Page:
The International Monetary Fund (IMF) released its biannual “World Economic Outlook” (WEO) today, presenting a 300-page overview of the world economy and where it might be going. The Fund is one of the most powerful and influential financial institutions in the world. Despite the fact that this flagship publication, and the Fund’s hundreds of PhD economists, missed the two biggest asset bubbles in US and world history (the stock market bubble in the late 1990s and the housing bubble that triggered the Great Recession), the WEO is taken very seriously and contains much valuable data and analysis.

The fall WEO is relatively upbeat for the world economy in the short run but is more worried about downside risks in the medium term. It lists a number of concerns that anyone who cares about social or economic justice, or progress, would be concerned with, such as:

the recent surprisingly slow growth of nominal wages, which reinforces a longer trend of stagnant median wages, rising income inequality, and job polarization such that middle-skill but well-paying jobs have become increasingly scarce.

And the Fund argues that “governments should also consider correcting distortions that may have reduced workers’ bargaining power excessively” and “promote an environment conducive to sustainable real wage growth” as well as  Read more…

Keynes — the first behavioural economist

October 13, 2017 Leave a comment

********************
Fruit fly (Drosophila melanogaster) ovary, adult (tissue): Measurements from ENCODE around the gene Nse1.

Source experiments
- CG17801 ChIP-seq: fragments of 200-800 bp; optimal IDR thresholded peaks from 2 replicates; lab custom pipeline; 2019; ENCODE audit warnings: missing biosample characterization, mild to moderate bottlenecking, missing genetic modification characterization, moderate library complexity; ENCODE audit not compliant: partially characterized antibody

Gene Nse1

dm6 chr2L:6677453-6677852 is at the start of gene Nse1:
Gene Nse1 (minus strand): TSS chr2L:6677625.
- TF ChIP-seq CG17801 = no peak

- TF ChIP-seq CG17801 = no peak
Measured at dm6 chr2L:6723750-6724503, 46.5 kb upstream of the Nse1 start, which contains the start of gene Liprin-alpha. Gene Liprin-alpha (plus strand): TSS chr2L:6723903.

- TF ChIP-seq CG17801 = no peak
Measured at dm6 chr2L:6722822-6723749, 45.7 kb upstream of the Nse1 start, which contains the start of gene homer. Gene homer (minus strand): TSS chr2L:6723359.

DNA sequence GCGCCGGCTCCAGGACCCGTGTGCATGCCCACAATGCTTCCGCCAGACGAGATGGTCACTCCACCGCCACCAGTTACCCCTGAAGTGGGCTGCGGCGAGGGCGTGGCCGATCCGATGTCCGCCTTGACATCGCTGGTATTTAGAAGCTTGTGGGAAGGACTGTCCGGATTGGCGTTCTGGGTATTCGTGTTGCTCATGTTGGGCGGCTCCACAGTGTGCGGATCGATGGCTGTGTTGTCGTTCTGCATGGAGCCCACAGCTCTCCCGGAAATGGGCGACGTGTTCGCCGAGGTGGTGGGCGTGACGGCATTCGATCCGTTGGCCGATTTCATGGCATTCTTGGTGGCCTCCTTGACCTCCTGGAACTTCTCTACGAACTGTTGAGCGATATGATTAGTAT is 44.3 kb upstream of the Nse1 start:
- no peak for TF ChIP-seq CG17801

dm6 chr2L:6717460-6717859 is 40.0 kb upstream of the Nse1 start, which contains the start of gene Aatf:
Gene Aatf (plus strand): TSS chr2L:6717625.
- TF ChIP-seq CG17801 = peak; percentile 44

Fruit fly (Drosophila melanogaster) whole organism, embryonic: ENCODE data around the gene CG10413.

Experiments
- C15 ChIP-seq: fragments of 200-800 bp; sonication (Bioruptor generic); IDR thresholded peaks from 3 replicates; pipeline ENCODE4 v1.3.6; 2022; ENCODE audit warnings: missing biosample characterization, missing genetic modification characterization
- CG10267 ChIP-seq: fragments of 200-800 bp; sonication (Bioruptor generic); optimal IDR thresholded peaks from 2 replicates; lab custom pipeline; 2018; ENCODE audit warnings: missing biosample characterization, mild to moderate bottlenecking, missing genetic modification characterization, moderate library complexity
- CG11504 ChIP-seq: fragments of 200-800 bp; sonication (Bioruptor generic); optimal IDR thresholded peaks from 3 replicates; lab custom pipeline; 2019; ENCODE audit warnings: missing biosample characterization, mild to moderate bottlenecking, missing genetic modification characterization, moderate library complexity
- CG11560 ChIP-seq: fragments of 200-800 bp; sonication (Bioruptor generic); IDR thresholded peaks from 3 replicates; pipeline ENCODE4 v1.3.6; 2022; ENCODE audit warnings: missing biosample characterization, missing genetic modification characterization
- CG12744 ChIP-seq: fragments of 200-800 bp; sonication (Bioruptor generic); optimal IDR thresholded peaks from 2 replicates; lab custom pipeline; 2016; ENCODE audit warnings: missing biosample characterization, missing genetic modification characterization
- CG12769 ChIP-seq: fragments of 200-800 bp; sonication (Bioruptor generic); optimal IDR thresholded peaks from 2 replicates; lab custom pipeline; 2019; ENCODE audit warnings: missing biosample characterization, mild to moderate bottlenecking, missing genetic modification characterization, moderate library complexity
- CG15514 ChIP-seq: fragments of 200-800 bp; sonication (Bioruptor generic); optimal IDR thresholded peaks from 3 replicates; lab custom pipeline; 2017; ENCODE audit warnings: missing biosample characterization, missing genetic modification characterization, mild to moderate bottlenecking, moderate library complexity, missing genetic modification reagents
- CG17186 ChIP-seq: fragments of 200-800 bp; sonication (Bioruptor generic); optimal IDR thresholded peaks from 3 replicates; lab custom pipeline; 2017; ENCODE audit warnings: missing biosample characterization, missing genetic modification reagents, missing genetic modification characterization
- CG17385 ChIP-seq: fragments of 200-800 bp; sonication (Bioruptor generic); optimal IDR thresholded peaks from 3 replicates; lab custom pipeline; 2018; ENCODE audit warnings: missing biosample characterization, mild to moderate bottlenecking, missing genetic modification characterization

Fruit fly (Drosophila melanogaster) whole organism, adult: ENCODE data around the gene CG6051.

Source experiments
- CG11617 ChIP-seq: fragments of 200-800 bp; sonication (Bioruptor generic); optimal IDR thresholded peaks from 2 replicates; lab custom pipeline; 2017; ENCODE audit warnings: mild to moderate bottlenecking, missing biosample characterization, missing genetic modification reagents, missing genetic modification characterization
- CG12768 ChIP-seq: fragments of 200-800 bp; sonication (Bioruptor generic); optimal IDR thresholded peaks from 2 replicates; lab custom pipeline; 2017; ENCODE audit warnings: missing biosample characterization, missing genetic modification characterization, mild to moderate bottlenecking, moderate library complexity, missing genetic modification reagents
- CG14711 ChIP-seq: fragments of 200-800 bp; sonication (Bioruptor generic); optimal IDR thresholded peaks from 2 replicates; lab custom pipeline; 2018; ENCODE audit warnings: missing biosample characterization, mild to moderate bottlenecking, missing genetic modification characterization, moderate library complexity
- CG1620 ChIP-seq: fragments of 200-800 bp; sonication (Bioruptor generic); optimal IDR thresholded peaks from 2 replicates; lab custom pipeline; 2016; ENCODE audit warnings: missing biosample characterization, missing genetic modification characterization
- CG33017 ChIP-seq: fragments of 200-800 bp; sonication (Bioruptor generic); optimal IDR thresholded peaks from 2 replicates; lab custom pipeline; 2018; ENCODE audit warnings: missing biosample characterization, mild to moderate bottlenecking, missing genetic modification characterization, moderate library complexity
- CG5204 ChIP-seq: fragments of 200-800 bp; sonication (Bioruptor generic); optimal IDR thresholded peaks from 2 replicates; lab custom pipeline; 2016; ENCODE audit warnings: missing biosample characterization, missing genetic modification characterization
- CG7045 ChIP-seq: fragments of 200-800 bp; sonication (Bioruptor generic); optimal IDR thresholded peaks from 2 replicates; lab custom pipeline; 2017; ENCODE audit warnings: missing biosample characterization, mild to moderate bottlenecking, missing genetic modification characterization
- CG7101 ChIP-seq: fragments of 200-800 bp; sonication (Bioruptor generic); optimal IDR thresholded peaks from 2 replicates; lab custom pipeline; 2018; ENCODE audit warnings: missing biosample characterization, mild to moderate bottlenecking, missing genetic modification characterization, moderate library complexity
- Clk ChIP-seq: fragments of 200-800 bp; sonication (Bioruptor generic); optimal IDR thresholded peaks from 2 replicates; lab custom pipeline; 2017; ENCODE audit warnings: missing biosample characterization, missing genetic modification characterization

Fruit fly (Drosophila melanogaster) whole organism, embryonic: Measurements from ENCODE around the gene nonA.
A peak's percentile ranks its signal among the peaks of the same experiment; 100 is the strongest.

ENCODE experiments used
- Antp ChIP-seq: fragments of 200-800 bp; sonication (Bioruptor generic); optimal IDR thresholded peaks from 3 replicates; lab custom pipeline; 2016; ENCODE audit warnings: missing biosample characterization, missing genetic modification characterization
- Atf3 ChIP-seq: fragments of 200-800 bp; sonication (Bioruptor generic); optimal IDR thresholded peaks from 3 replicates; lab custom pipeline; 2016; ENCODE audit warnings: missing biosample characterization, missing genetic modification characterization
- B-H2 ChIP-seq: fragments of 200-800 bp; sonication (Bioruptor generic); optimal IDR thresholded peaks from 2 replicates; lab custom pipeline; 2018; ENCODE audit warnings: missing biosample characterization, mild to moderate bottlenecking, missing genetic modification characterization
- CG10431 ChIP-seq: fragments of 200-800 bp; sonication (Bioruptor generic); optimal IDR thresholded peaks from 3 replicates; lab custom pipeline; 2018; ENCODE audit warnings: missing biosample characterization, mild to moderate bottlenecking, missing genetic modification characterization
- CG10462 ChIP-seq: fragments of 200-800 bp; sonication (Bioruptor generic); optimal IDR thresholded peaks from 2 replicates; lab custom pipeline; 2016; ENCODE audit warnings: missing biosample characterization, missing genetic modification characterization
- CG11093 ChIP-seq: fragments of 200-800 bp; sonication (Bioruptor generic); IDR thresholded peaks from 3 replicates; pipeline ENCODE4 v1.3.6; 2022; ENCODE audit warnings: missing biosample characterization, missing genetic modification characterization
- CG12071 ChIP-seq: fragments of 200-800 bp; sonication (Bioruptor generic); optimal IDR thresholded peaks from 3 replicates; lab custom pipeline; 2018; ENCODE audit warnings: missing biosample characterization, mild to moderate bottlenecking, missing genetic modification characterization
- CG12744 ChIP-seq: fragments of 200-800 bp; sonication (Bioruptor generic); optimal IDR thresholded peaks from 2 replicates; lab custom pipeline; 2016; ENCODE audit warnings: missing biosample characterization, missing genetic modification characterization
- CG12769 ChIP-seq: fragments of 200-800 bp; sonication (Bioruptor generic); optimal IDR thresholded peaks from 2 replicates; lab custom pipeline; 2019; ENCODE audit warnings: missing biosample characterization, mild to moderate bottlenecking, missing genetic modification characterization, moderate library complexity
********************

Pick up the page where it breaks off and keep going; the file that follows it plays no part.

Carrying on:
from Lars Syll

To-day, in many parts of the world, it is the serious embarrassment of the banks which is the cause of our gravest concern …

[The banks] stand between the real borrower and the real lender. They have given their guarantee to the real lender; and this guarantee is only good if the money value of the asset belonging to the real borrower is worth the money which has been advanced on it.

It is for this reason that a decline in money values so severe as that which we are now experiencing threatens the solidity of the whole financial structure. Banks and bankers are by nature blind. They have not seen what was coming. Some of them … employ so-called “economists” who tell us even to-day that our troubles are due to the fact that the prices of some commodities and some services have not yet fallen enough, regardless of what should be the obvious fact that their cure, if it could be realised, would be a menace to the solvency of their institution. A “sound” banker, alas! is not one who foresees danger and avoids it, but one who, when he is ruined, is ruined in a conventional and orthodox way along with his fellows, so that no one can really blame him.   Read more…

Kevin Warsh as Fed Chair: The art of marrying rich and falling upward

October 12, 2017 1 comment

from Dean Baker